Political institutions and local public goods: evidence from a field experiment in Indonesia

Political institutions and local public goods: evidence from a field experiment in Indonesia

Elections or participatory processes – which is given more legitimacy?

Decentralisation processes in the developing world have raised question about how local political processes affect the provision of local public goods. This paper explores how different local political mechanisms affect the satisfaction of community members in Indonesia. The research argues that deliberative processes such as elections are more favourable among citizens than participatory approaches.

The author conducted a randomised field experiment in 48 Indonesian villages that were each in the process of applying for village infrastructure funds. Villages were randomly assigned one of two political mechanisms for choosing projects, either a representative meeting-based mechanism or a direct election-based mechanism. The research finds that the election-based mechanism resulted in dramatically higher satisfaction, increased knowledge about the project chosen, greater perceived benefits from the project, and higher reported willingness among villagers to contribute supplementary funds and labour to the project. The paper also finds that the political mechanisms used had little effect on the actual type and/or location of the project chosen, with some evidence suggesting that direct elections resulted in projects located in poorer, but less isolated, areas of villages.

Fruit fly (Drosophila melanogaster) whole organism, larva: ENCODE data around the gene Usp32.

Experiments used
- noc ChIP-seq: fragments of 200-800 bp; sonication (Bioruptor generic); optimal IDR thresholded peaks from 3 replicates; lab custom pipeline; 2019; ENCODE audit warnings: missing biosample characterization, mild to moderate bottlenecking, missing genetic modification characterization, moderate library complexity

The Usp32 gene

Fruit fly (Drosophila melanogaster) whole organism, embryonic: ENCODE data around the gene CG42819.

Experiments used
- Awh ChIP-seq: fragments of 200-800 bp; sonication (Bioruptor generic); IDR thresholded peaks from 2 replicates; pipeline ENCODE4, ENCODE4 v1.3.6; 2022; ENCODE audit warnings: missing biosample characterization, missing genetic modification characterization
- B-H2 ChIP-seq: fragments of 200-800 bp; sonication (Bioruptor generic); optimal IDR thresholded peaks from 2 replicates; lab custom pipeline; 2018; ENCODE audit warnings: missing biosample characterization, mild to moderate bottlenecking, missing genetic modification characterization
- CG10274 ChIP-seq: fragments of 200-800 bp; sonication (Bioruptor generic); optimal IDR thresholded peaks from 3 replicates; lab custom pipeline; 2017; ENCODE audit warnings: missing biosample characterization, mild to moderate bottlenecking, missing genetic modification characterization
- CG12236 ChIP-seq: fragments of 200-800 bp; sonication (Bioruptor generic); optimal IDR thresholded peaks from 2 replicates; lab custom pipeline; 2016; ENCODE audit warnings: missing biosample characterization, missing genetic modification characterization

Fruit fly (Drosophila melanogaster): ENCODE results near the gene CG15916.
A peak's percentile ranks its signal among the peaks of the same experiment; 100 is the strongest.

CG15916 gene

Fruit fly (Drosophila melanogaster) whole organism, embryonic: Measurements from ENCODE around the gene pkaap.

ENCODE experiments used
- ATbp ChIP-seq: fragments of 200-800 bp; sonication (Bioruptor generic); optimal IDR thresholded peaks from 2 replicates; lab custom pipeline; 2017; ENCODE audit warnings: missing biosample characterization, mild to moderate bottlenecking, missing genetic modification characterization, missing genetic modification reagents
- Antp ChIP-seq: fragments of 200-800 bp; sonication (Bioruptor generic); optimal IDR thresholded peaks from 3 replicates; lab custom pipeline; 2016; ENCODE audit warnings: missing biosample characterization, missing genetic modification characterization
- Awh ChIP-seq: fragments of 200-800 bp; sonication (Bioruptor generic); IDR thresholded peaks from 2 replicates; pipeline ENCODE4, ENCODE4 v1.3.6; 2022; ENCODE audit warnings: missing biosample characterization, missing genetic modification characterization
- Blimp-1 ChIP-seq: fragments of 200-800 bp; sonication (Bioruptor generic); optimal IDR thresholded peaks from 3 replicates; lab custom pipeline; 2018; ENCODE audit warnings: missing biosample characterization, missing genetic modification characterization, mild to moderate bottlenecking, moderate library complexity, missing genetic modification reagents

The paper concludes that direct participation in political decision making can substantially increase legitimacy, even if it has relatively little effect on the ultimate decisions taken.

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